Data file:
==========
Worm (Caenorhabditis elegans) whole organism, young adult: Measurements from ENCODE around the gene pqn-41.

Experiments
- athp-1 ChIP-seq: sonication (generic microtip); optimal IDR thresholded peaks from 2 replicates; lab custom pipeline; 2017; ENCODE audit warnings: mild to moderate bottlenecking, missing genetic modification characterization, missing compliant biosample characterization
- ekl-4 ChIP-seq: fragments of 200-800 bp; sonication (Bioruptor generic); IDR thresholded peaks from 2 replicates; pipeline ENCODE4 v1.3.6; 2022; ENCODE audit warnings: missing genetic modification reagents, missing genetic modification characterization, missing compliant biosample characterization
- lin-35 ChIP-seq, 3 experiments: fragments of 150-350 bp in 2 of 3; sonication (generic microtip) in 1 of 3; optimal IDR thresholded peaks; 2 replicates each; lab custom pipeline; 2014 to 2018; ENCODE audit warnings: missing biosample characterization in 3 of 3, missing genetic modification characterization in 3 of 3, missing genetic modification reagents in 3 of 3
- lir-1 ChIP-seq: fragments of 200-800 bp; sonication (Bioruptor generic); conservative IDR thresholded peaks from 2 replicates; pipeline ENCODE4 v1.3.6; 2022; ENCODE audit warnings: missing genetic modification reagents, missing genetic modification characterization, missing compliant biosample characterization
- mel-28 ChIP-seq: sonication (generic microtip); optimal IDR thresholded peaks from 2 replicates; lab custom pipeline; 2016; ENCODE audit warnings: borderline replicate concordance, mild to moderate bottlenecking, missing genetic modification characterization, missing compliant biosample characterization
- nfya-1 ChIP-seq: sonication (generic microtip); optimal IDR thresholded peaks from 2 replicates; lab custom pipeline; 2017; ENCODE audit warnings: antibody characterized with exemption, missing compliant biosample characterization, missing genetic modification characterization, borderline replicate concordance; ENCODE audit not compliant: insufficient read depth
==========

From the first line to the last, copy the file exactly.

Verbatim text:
Worm (Caenorhabditis elegans) whole organism, young adult: Measurements from ENCODE around the gene pqn-41.

Experiments
- athp-1 ChIP-seq: sonication (generic microtip); optimal IDR thresholded peaks from 2 replicates; lab custom pipeline; 2017; ENCODE audit warnings: mild to moderate bottlenecking, missing genetic modification characterization, missing compliant biosample characterization
- ekl-4 ChIP-seq: fragments of 200-800 bp; sonication (Bioruptor generic); IDR thresholded peaks from 2 replicates; pipeline ENCODE4 v1.3.6; 2022; ENCODE audit warnings: missing genetic modification reagents, missing genetic modification characterization, missing compliant biosample characterization
- lin-35 ChIP-seq, 3 experiments: fragments of 150-350 bp in 2 of 3; sonication (generic microtip) in 1 of 3; optimal IDR thresholded peaks; 2 replicates each; lab custom pipeline; 2014 to 2018; ENCODE audit warnings: missing biosample characterization in 3 of 3, missing genetic modification characterization in 3 of 3, missing genetic modification reagents in 3 of 3
- lir-1 ChIP-seq: fragments of 200-800 bp; sonication (Bioruptor generic); conservative IDR thresholded peaks from 2 replicates; pipeline ENCODE4 v1.3.6; 2022; ENCODE audit warnings: missing genetic modification reagents, missing genetic modification characterization, missing compliant biosample characterization
- mel-28 ChIP-seq: sonication (generic microtip); optimal IDR thresholded peaks from 2 replicates; lab custom pipeline; 2016; ENCODE audit warnings: borderline replicate concordance, mild to moderate bottlenecking, missing genetic modification characterization, missing compliant biosample characterization
- nfya-1 ChIP-seq: sonication (generic microtip); optimal IDR thresholded peaks from 2 replicates; lab custom pipeline; 2017; ENCODE audit warnings: antibody characterized with exemption, missing compliant biosample characterization, missing genetic modification characterization, borderline replicate concordance; ENCODE audit not compliant: insufficient read depth